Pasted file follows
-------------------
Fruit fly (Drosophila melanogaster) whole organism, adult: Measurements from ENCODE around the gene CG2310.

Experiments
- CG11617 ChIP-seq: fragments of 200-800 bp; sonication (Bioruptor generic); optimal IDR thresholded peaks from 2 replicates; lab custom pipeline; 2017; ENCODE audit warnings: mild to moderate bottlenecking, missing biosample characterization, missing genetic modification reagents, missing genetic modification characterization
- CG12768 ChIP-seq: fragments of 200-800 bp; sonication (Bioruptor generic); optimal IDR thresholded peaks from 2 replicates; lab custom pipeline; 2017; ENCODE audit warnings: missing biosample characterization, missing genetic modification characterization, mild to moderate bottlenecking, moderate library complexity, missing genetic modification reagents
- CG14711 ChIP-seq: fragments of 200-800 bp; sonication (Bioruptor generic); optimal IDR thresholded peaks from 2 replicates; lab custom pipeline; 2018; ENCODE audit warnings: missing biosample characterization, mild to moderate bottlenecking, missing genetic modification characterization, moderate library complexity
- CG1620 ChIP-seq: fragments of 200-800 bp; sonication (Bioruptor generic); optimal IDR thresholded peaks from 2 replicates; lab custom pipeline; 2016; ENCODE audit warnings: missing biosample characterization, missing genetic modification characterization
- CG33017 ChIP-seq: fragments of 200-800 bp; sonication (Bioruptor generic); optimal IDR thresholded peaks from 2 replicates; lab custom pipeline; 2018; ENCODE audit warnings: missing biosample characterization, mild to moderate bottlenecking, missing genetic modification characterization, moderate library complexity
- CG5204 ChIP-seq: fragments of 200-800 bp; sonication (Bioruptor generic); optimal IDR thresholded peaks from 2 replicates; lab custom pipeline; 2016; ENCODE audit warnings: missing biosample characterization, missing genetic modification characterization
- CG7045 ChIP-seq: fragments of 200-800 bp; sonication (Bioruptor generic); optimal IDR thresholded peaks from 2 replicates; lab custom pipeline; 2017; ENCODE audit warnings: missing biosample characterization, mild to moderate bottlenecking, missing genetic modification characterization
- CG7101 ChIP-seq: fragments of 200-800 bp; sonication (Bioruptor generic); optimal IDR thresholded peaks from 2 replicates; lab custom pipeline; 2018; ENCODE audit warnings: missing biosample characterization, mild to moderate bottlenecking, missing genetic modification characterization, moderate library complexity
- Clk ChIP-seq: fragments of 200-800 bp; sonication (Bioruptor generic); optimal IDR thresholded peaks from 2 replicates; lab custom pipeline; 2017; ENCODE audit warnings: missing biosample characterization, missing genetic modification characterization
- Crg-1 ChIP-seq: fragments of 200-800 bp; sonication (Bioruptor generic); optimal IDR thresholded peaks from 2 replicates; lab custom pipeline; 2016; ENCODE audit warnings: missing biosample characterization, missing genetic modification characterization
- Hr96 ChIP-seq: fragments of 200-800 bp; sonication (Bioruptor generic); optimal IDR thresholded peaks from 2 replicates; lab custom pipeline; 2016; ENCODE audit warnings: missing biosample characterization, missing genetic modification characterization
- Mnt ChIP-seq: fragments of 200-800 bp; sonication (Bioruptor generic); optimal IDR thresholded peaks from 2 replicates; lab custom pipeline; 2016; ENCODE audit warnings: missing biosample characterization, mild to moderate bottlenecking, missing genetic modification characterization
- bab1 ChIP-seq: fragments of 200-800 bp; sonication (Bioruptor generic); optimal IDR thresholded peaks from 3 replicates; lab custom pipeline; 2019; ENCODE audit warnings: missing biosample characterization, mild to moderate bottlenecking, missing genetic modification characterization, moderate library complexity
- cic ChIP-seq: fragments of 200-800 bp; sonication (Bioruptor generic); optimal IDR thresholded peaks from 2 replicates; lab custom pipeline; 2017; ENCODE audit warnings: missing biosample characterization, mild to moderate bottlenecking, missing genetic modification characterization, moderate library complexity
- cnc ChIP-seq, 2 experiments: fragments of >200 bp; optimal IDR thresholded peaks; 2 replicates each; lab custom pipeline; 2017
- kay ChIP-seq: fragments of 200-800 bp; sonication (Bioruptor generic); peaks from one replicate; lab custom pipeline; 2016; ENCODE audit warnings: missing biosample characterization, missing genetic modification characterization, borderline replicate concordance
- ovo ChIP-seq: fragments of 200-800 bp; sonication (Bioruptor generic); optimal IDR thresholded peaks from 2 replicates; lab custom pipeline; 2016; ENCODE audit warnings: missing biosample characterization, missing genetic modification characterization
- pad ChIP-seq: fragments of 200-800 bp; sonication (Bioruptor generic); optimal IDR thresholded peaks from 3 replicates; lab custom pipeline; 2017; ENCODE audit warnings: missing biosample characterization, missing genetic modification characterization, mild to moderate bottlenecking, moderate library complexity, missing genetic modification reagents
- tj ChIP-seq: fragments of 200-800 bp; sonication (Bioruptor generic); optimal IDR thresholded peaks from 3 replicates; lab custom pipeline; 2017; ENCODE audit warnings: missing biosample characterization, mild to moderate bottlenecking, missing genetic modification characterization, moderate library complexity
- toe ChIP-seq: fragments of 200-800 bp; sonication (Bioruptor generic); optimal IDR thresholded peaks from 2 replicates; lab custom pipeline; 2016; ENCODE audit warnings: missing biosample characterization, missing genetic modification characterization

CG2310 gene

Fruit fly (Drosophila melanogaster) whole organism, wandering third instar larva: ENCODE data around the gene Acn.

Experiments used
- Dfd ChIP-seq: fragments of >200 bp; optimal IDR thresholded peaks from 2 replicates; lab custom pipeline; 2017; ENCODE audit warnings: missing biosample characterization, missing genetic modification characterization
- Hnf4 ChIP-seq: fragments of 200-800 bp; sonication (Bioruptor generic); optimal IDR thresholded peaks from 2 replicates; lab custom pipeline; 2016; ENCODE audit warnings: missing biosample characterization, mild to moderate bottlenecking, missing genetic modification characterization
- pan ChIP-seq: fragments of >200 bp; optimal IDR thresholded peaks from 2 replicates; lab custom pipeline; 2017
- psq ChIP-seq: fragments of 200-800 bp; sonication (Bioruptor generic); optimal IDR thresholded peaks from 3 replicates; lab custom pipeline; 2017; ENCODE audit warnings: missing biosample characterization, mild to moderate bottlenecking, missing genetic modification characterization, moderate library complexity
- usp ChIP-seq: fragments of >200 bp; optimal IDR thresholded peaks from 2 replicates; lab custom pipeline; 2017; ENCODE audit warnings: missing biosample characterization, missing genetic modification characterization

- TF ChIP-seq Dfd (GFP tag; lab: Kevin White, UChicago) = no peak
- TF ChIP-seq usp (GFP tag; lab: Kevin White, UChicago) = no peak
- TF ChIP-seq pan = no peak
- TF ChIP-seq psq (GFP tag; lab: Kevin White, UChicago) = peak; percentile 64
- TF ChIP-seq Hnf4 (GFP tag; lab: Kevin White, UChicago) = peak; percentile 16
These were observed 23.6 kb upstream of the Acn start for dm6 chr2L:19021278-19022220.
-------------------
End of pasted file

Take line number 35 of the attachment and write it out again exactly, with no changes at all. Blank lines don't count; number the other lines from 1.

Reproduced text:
- TF ChIP-seq Hnf4 (GFP tag; lab: Kevin White, UChicago) = peak; percentile 16